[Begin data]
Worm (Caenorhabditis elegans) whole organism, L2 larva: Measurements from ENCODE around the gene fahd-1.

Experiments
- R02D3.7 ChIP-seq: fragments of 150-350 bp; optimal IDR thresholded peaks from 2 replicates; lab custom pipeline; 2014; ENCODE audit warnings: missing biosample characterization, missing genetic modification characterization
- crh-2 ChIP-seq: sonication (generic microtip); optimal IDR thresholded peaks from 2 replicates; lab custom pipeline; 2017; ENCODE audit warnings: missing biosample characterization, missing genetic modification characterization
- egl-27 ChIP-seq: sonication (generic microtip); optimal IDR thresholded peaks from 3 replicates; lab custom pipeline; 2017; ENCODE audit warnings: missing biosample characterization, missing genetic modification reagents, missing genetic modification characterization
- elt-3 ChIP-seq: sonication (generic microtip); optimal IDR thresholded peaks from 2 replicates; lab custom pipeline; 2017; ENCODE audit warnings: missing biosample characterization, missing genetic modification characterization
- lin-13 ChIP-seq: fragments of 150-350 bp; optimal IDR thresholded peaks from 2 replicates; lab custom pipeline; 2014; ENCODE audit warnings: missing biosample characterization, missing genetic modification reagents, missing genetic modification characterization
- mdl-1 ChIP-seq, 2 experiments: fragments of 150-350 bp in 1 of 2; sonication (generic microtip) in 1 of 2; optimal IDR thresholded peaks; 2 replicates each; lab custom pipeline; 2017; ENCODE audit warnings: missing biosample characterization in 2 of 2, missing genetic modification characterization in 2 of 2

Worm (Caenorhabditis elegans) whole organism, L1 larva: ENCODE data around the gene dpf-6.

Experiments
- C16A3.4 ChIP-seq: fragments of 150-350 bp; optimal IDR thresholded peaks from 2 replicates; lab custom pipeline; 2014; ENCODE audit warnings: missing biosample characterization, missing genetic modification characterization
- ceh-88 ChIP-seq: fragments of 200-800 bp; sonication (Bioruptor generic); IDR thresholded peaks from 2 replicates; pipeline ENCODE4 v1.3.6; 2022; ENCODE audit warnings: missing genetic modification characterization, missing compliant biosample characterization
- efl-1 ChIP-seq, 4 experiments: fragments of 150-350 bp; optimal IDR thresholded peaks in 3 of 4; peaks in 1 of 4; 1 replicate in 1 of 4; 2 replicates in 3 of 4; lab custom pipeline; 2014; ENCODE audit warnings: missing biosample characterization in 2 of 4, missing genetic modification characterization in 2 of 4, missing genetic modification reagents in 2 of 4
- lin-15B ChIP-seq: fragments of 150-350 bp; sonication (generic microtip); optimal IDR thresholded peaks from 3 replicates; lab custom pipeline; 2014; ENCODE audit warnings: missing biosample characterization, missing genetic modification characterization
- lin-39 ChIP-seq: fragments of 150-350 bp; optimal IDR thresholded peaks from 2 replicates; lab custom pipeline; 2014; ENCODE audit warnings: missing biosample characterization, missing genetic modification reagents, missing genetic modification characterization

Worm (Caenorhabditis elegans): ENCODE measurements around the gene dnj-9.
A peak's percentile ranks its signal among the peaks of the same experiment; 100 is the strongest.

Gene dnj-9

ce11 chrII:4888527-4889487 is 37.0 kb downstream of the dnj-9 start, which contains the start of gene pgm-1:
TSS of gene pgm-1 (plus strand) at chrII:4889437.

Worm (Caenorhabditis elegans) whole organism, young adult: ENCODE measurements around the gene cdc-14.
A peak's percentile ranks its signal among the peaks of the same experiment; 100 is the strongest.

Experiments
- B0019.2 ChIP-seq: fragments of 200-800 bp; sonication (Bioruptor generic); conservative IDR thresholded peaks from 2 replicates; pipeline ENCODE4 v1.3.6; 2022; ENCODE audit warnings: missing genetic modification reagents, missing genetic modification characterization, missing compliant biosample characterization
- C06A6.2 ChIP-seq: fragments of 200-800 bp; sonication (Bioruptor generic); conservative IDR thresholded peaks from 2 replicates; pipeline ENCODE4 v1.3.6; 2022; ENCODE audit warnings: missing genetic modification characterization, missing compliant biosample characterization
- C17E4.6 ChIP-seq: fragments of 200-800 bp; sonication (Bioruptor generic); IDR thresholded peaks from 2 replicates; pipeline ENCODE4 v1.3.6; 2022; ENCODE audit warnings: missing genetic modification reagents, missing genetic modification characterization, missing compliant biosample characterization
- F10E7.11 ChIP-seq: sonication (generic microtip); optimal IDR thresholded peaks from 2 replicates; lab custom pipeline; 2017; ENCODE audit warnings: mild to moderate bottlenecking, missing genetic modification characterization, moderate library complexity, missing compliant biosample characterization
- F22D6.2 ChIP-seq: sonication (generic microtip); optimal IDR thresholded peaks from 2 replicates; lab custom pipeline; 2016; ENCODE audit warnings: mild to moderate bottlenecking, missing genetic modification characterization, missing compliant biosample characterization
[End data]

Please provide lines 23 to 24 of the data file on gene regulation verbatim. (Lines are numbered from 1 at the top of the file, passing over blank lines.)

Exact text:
Experiments
- B0019.2 ChIP-seq: fragments of 200-800 bp; sonication (Bioruptor generic); conservative IDR thresholded peaks from 2 replicates; pipeline ENCODE4 v1.3.6; 2022; ENCODE audit warnings: missing genetic modification reagents, missing genetic modification characterization, missing compliant biosample characterization